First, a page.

Another growth driver for RTB is how big brands have embraced the technology. In display advertising Google and Facebook are number one and number two respectively, and by a long way, and that RTB has been embraced by these two juggernauts has certainly helped spread the technology in the market. The Facebook launch of FBX was arguably a defining moment, adding inventory and thus liquidity into the market. This also meant increased competition in RTB, and more urgency for other large brands to embrace the technology, either as publisher or RTB provider. Also notable are commercial giants Amazon and eBay who have started to provide RTB on their sites, and the acquisition of MoPub by Twitter in September 2013. The leading specialist players along the display- advertising value chain, such as DSPs, SSPs and ad exchanges are also all embracing RTB, to maintain their value within the ecosystem.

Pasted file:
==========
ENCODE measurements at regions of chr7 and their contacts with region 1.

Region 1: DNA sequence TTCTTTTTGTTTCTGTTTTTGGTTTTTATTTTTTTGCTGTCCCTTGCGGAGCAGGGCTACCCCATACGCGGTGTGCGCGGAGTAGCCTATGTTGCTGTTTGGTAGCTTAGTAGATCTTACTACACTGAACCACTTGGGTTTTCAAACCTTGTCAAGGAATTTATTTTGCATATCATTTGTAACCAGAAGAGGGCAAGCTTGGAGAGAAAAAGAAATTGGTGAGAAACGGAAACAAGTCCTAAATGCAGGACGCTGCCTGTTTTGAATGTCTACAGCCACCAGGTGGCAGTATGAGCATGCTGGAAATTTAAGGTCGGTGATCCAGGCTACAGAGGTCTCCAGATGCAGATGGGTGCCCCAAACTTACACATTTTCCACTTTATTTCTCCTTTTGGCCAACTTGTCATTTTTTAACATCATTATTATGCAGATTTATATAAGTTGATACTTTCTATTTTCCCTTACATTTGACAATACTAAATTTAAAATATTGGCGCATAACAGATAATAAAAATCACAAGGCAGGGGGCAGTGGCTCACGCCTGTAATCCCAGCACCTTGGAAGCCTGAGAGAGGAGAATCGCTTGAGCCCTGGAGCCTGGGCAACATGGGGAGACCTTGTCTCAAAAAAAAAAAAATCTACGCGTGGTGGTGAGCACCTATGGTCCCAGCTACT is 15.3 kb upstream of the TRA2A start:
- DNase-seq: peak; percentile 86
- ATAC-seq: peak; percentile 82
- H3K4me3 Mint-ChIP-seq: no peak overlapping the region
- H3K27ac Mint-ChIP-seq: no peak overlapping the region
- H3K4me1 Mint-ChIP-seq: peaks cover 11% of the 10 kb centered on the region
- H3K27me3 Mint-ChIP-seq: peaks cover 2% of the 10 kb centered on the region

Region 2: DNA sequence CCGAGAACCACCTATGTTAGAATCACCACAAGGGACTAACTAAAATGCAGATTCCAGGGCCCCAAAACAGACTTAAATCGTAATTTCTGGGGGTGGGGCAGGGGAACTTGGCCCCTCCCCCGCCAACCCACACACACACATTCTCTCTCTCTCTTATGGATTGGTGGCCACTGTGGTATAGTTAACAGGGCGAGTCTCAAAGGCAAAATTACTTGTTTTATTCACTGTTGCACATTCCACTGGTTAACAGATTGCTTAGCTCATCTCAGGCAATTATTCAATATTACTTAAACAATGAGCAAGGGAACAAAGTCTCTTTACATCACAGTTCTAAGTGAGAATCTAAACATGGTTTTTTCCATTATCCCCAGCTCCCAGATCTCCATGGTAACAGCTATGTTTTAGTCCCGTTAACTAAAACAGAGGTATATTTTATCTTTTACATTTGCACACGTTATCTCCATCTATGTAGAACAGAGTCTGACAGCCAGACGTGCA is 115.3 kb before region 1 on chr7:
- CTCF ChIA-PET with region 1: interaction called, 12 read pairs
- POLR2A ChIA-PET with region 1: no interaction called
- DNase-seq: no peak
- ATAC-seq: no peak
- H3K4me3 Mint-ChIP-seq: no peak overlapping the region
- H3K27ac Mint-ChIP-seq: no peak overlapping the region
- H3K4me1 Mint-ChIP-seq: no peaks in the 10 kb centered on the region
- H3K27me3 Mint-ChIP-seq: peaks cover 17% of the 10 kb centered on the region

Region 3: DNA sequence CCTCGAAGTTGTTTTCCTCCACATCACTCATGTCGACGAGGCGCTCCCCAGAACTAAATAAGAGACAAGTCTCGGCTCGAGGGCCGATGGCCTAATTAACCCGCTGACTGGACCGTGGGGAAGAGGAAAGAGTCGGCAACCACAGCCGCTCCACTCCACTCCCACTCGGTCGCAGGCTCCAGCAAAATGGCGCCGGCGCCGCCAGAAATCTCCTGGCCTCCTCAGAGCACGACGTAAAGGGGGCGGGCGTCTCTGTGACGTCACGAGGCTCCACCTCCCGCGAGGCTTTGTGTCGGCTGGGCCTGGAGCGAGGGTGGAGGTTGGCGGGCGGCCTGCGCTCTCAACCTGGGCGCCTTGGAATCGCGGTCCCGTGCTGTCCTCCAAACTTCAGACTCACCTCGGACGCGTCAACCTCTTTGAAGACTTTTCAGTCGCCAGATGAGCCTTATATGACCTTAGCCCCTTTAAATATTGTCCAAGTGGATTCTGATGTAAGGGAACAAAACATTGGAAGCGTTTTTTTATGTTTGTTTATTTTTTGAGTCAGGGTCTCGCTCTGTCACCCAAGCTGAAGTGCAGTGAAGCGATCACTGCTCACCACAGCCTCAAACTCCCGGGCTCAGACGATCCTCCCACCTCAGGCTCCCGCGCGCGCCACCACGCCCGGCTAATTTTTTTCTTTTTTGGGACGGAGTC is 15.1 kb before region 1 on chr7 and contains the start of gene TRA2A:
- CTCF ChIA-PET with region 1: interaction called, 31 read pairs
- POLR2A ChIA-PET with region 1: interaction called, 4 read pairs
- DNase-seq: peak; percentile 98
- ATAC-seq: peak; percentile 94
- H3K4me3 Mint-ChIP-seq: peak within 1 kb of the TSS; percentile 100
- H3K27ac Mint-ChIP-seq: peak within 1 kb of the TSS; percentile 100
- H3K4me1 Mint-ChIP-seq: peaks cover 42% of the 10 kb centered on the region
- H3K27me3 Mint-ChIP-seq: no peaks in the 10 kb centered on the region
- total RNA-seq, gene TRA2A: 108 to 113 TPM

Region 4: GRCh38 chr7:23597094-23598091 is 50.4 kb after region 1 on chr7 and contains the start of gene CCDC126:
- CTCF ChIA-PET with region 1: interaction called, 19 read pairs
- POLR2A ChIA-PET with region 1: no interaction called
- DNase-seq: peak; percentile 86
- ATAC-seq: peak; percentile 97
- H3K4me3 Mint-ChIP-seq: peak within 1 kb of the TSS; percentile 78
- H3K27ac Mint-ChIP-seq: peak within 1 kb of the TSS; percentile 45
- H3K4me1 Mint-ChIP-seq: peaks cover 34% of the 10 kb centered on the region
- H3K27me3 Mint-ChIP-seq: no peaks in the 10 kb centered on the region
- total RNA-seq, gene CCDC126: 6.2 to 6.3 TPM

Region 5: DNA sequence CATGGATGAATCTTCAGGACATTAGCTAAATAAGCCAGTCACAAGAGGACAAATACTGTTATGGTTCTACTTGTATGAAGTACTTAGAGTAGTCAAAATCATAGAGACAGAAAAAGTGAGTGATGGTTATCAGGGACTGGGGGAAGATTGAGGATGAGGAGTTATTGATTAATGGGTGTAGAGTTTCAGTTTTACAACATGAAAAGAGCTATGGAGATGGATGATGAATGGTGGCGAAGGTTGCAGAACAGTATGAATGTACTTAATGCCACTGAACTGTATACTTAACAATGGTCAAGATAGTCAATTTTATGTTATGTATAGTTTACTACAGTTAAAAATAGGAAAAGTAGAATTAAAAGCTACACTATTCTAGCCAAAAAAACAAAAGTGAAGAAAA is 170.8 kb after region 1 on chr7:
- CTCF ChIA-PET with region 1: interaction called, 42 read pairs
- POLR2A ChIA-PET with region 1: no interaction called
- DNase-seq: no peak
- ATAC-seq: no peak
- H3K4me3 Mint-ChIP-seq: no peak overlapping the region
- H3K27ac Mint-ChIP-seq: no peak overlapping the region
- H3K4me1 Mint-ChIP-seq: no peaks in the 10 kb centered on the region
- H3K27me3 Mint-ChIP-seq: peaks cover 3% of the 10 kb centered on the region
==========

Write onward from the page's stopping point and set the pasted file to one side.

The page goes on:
From the perspective of personal data use, RTB does not in itself increase the use of personal data. However, it does provide real-time and further automation capabilities within the display-advertising value chain, and thus used as a tool, RTB is expected to further increase the use of personal data for targeted advertising. Since RTB is also provided as a single interface, this also means potential disintermediation of the middlemen within the value chain, especially those such as ad networks who have traditionally worked in the non-automated environment. Market consolidation may also follow, with increased competition and maturity.
Global RTB revenues and regional breakdown, 2012-2018 (million EUR)
Source: IDATE, Real Time Bidding, April 2014
Samuel Ropert, Project Leader of this report :"On the market side, in 2018, 420 million automobiles will be connected; representing a 57% CAGR on the 45 million connected vehicles in 2013."